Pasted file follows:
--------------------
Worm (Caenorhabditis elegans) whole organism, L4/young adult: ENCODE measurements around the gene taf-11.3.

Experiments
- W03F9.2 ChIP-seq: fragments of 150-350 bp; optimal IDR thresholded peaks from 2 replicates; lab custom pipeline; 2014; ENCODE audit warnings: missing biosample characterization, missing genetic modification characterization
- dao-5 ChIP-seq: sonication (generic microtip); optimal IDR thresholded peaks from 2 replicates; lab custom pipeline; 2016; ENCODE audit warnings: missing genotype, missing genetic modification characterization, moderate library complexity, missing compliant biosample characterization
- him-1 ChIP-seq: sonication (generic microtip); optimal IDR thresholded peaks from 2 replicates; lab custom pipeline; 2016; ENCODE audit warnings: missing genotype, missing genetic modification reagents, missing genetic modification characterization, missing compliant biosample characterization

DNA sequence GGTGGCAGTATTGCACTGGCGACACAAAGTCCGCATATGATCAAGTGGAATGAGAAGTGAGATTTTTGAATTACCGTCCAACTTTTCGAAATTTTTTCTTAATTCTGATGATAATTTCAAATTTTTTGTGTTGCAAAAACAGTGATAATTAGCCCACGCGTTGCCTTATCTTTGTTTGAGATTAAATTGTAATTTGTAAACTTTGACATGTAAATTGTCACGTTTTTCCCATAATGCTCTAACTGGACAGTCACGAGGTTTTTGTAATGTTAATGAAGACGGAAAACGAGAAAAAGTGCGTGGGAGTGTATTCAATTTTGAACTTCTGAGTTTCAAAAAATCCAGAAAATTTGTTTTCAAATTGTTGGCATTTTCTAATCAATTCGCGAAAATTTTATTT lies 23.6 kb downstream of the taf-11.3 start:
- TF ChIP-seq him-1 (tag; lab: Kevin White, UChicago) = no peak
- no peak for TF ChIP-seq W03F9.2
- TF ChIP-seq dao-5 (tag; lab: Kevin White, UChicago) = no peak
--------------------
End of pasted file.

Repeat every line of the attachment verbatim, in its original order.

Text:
Worm (Caenorhabditis elegans) whole organism, L4/young adult: ENCODE measurements around the gene taf-11.3.

Experiments
- W03F9.2 ChIP-seq: fragments of 150-350 bp; optimal IDR thresholded peaks from 2 replicates; lab custom pipeline; 2014; ENCODE audit warnings: missing biosample characterization, missing genetic modification characterization
- dao-5 ChIP-seq: sonication (generic microtip); optimal IDR thresholded peaks from 2 replicates; lab custom pipeline; 2016; ENCODE audit warnings: missing genotype, missing genetic modification characterization, moderate library complexity, missing compliant biosample characterization
- him-1 ChIP-seq: sonication (generic microtip); optimal IDR thresholded peaks from 2 replicates; lab custom pipeline; 2016; ENCODE audit warnings: missing genotype, missing genetic modification reagents, missing genetic modification characterization, missing compliant biosample characterization

DNA sequence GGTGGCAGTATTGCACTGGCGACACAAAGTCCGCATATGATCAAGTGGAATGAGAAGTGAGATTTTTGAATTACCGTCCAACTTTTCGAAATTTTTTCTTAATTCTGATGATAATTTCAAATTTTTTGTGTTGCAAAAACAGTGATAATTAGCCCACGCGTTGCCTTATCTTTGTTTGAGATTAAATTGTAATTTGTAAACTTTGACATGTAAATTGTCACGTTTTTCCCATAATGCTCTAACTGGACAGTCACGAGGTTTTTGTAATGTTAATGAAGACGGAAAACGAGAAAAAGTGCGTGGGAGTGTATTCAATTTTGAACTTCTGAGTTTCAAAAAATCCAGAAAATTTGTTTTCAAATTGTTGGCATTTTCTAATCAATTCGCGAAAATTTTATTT lies 23.6 kb downstream of the taf-11.3 start:
- TF ChIP-seq him-1 (tag; lab: Kevin White, UChicago) = no peak
- no peak for TF ChIP-seq W03F9.2
- TF ChIP-seq dao-5 (tag; lab: Kevin White, UChicago) = no peak